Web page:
“Financial Advisors” Selling Fear Go the Next Mile

Categories : Financial, News
September 26, 2018

You have all heard and read the market doomsday prophets, but lately they are taking their pitch to a new level. The headlines are enough to send chills down your spine. “Market Crash Inevitable, or “Next Market Meltdown,” or even “Trump Will End the Dollar as We Know It,” ad nauseum. What do they have in common? They profess to have “The Answer,” and for an annual fee (or a huge commission,) they will share their survival secret with you. Just send money.

What else do many of these dismal prophets have in common? They can be somewhat believable, as they cite examples, even if those examples date back to the 1920’s. Their claims are based on “logic,” and are derived from vast experience and education, otherwise known as “history.” They selflessly tout past successes. An old saying goes, “Economists correctly predicted 8 of the last 3 recessions.” Funny how we never seem to hold those prognosticators to account for their various failures. (They don’t, either.)

Supporting predictions of imminent catastrophic losses has to be more difficult during periods such as this, while prosperity reigns. The usual gaggle of market naysayers is now turning to various “experts” to shore up their arguments. One recent example caught my eye for its sheer audacity by taking a pull-quote from Warren Buffet, then backing it up with a quote from a Hollywood movie producer. Really?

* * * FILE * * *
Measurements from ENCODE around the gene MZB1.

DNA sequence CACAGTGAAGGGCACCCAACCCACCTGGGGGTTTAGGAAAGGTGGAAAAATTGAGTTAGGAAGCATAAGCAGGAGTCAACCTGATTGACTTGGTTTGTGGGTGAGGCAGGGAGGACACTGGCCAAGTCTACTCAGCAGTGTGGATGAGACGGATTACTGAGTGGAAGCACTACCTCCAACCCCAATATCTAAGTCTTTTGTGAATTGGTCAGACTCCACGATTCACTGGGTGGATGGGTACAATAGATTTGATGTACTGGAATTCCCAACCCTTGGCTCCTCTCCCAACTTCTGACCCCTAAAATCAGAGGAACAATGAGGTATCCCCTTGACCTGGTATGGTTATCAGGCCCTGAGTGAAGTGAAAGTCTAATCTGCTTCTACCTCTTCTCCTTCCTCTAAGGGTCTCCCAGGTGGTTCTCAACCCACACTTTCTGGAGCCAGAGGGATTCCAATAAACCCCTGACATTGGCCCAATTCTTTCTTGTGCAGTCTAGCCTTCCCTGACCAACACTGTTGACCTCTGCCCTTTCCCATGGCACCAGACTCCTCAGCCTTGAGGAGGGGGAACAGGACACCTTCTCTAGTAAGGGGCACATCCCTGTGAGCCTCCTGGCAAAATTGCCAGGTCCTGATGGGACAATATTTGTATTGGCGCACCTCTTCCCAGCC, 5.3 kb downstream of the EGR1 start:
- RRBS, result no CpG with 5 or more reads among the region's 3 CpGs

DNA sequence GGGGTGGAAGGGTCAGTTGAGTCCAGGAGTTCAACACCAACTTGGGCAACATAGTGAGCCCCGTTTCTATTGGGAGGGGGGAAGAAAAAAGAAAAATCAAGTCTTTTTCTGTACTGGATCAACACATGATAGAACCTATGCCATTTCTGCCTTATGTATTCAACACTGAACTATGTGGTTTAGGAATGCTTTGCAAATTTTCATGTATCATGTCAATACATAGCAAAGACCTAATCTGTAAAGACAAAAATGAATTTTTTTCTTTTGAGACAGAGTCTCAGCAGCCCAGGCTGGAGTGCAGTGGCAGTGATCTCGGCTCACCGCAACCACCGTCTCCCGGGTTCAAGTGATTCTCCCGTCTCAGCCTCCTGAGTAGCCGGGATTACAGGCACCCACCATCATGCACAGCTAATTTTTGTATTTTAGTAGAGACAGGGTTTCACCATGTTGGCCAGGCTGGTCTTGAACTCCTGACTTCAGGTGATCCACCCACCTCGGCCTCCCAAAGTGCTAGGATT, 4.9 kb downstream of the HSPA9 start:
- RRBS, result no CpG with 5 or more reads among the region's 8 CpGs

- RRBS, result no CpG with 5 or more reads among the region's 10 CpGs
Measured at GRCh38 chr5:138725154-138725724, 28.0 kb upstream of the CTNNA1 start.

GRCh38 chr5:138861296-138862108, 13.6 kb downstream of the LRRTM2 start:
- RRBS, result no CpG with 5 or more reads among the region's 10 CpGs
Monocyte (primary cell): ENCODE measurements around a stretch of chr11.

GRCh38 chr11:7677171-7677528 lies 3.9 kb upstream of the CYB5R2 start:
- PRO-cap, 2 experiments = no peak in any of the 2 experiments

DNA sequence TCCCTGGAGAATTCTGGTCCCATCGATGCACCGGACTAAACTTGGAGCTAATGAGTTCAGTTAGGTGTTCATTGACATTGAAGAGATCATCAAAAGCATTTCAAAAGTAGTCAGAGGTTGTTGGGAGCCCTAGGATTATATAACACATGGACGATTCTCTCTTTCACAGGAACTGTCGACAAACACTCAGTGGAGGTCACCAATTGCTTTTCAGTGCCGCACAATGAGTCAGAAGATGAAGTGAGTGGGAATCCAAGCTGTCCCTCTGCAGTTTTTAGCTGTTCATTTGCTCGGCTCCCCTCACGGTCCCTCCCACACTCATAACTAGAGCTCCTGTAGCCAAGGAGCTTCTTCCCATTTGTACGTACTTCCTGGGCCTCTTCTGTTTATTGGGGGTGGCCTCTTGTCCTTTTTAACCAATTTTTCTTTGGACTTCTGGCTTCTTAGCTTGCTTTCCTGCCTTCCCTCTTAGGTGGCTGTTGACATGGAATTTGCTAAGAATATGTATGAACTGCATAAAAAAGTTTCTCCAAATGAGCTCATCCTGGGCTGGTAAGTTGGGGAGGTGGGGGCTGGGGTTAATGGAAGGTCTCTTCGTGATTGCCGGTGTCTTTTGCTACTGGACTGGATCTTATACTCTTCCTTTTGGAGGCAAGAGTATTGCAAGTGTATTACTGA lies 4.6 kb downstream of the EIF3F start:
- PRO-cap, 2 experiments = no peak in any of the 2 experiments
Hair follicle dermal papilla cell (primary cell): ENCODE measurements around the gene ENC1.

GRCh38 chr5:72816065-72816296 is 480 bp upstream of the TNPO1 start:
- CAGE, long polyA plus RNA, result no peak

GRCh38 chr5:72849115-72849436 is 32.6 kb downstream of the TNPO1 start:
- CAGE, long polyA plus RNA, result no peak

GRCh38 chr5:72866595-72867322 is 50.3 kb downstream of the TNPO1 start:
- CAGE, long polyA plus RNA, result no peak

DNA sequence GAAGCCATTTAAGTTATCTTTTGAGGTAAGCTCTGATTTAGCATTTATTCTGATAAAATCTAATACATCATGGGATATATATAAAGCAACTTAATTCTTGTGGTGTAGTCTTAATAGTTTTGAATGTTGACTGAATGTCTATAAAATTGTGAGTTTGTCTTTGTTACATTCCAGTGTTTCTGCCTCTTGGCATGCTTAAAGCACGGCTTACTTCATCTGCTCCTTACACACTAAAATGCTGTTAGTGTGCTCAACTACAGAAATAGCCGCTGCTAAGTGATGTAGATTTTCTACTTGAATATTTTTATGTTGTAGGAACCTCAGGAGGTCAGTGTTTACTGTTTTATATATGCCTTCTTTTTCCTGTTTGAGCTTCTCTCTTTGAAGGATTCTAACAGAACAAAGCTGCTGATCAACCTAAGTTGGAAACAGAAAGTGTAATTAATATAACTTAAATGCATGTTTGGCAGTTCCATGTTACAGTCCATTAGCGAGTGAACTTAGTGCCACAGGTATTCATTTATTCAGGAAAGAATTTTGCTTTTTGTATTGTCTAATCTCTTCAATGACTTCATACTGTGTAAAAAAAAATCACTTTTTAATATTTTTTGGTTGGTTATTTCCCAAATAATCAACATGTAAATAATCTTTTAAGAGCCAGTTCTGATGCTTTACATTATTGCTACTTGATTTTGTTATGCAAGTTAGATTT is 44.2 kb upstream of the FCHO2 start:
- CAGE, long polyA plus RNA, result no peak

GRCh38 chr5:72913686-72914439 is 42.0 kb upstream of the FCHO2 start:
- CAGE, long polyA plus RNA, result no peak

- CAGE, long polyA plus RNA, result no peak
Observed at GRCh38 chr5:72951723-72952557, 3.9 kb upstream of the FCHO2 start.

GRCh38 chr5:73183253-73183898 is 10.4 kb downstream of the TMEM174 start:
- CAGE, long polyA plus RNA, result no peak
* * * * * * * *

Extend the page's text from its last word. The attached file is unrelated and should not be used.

Most investors know of (and many are in awe of) Warren Buffett, who ranks high among the world’s most successful investors. In the article I read, the author explains that Buffett sees upcoming market losses of 50% or more. Deep into the article it is revealed that his remark was in reference to a future period the length his own past – a mere 53 years. Yet the article called this tragic upcoming(?) event “inevitable.” While not out of the question, the catastrophic claim is not supportable, even in the long run. Worse, though, is the wording, which is slanted to make it appear imminent. Adding insult to injury was the failure to reveal that Buffett used his periods of market decline to buy, rather than to sell.

Digging in deeper, the article’s author supports the doomsday claim with a quote from someone I had never heard about, so naturally I did the research. My findings were illuminating. The author supported a misused claim from Warren Buffett by quoting a Hollywood movie producer. Whoa, now I am impressed.

In my current example, the objective was to promote one of the many fully-funded life insurance products that pepper the airwaves these days. They are unsupported, vague, and overly-optimistic, but they do appeal to fear among many investors. I should also point out that claims regarding these products have been debunked by industry experts for as long as the sales pitches have been made.

Until government agencies assign the same regulatory standards to insurance and annuity averters as it does for fiduciary advisors, you will see outrageous claims made. You don’t have to believe the claims, and you should not believe the people making those claims.

Occom’s Razor states that the simplest answer is usually the correct answer. Under that premise, if something sounds too good to be true, you may want to trust your intuition.

Van Wie Financial is fee-only. For a reason.